Summary: Be careful what you ask for when you make a complaint to God. Sometimes God delays bringing justice to the world because the price is so high. Sometimes justice is brought about by unjust people. Be prepared to let God decide when's the right time to act.

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The cry for justice is a common occurrence in our world isn't it? Injustice takes place at all sorts of levels and we wonder, why does God allow it? It's like what we saw in Psalm 73 a few weeks ago. Why do the wicked prosper? Why do the powerful get away with taking advantage of the weak and helpless? Why doesn't God do something about it if he's the good and powerful God that we think he is?

Those are the sorts of questions that Habakkuk struggles with as he looks at the nation of Israel. And as we'll see in a moment there's an even more difficult question that needs answering. That's the question that arises when we see evildoers being punished at the hands of those who are just as evil if not more so.

We occasionally see on the news stories of bikie gang members being shot by members of rival gangs and you think that's justice - yet it's justice carried out by someone whose as wicked as the one receiving the punishment.

It's sometime around the end of the 7th century BC. The nation has gone through a period of revival under Josiah but now he's dead and the rich and powerful are back to their old tricks.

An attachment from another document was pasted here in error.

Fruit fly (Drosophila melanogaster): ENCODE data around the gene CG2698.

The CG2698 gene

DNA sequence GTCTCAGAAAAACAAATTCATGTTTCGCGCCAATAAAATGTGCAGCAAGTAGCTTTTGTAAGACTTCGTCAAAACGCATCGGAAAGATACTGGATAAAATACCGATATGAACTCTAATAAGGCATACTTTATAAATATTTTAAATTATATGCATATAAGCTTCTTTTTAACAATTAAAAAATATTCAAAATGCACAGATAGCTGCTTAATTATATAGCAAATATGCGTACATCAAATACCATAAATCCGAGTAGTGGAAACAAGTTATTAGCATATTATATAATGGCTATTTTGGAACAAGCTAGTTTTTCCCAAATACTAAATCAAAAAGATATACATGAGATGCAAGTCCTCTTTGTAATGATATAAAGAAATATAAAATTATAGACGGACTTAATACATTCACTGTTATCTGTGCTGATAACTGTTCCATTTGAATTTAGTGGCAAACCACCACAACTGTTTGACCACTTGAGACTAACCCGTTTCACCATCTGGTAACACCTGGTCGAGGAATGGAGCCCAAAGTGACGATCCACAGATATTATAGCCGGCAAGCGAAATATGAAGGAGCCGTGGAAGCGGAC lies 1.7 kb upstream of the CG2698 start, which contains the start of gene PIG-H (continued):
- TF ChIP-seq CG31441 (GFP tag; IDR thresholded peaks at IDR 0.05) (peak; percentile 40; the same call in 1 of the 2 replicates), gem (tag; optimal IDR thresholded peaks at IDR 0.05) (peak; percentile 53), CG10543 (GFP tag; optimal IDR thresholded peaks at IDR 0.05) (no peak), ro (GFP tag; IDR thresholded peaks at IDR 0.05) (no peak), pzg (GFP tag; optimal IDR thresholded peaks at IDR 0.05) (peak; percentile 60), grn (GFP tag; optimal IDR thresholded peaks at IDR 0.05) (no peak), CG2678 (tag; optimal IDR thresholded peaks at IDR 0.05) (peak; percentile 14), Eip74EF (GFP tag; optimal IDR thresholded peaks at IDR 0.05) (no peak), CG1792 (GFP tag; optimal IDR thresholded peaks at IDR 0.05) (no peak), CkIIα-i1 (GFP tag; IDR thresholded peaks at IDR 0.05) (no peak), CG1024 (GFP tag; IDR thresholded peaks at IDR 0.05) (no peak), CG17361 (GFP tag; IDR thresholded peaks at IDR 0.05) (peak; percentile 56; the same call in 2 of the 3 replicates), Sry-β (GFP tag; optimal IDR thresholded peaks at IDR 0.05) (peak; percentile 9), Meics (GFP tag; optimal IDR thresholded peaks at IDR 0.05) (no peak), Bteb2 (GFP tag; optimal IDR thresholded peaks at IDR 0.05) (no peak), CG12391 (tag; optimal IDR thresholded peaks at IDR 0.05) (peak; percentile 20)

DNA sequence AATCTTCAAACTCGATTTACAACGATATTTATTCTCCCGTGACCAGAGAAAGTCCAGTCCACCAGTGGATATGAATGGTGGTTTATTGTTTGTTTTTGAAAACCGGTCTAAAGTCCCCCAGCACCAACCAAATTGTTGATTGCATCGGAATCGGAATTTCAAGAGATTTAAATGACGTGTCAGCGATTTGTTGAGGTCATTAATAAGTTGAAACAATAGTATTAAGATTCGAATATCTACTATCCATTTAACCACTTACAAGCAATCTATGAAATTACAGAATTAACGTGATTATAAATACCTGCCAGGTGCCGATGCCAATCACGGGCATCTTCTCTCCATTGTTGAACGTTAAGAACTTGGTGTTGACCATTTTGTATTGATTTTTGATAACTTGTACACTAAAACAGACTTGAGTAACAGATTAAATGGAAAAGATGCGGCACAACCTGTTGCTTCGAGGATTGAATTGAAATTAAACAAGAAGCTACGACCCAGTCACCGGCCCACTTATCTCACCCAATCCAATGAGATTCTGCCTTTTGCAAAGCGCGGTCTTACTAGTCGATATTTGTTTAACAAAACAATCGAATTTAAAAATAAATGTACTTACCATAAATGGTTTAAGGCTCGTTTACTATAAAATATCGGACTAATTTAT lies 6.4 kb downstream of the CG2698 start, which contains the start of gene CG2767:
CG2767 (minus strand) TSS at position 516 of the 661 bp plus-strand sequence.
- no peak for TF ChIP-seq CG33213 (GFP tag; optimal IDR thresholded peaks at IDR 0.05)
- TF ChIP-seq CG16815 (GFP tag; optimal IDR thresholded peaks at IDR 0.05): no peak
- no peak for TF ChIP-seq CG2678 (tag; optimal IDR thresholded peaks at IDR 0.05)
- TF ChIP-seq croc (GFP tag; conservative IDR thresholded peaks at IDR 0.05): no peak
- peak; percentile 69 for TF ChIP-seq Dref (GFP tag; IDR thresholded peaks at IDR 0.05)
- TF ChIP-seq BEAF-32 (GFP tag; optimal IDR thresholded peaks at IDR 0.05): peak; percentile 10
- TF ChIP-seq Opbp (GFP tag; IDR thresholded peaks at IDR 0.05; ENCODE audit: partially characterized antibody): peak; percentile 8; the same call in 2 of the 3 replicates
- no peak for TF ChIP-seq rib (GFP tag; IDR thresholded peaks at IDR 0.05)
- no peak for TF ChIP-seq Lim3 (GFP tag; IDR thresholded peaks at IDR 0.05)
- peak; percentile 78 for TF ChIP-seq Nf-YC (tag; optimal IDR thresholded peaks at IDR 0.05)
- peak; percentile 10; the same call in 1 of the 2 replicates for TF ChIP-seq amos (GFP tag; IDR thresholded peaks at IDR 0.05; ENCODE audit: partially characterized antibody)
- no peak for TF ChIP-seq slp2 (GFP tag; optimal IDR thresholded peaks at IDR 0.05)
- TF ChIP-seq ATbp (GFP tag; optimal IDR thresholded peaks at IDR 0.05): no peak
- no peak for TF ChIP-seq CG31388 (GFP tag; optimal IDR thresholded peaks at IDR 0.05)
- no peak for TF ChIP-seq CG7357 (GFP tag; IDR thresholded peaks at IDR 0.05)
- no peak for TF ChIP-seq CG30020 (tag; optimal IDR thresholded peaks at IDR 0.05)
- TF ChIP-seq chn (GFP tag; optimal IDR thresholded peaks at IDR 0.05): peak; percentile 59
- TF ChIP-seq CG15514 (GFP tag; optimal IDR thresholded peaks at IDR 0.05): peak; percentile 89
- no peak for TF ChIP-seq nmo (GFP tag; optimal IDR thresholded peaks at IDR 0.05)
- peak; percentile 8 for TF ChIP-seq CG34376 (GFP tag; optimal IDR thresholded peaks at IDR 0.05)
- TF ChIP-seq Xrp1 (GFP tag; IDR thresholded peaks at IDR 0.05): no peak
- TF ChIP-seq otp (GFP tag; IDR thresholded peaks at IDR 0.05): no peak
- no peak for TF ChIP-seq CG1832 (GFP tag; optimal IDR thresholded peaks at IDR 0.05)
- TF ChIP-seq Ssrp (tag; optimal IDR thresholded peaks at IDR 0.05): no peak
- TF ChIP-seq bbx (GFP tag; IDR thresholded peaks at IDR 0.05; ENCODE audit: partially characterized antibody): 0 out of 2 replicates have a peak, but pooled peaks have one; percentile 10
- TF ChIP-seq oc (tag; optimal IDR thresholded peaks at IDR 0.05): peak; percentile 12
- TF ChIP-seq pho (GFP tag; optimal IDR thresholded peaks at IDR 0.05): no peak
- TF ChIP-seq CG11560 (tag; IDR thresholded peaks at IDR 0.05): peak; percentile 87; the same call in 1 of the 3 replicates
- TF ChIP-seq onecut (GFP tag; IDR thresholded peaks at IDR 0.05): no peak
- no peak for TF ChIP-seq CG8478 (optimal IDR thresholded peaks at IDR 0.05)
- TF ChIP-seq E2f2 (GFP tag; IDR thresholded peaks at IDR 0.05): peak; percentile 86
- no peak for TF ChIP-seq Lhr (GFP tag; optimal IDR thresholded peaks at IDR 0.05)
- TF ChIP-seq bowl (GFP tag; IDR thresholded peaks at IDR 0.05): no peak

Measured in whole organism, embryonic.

Habakkuk describes himself as a prophet, that is someone who brings a message from God to the nation, yet his prophecy turns out to be a dialogue between him and God. As you read through it you may notice certain parallels between this and the book of Job. Habakkuk sees injustice and he turns to God and complains bitterly. God replies. Then Habakkuk complains further.

And what is it he's complaining about? Violence! And God's apparent disinterest. He says “2O Lord, how long shall I cry for help, and you will not listen? Or cry to you "Violence!" and you will not save?” Notice he isn't asking for God to save. Clearly he's been doing that for some time. No, he's asking God what's going on? What's the hold-up? Surely this is something that God wants - to see justice in the land. So why doesn't he do something about it?

And then we see something else about this complaint. He says: “3Why do you make me see wrongdoing and look at trouble? Destruction and violence are before me; strife and contention arise.” The violence here isn't being done to him; he's just an onlooker seeing its effect on other people. But it's such that it causes him distress.

What is this violence that he's so concerned about? Well, the other prophets may give us an idea. They speak about the rich and powerful taking advantage of their power to steal land, to enslave poor people, to increase their wealth through unfair trade arrangements or through bribery and corruption.

And here we see a similar thing. Those two words, strife and contention are both legal words. It implies that these people are using the law to wrong those who either don't understand it or simply don't have the wherewithal to fight their case. Sounds familiar doesn't it? What happens when the legal aid system has its budget cut so poor people can't afford to go to court any more or can't afford to be defended by a barrister?

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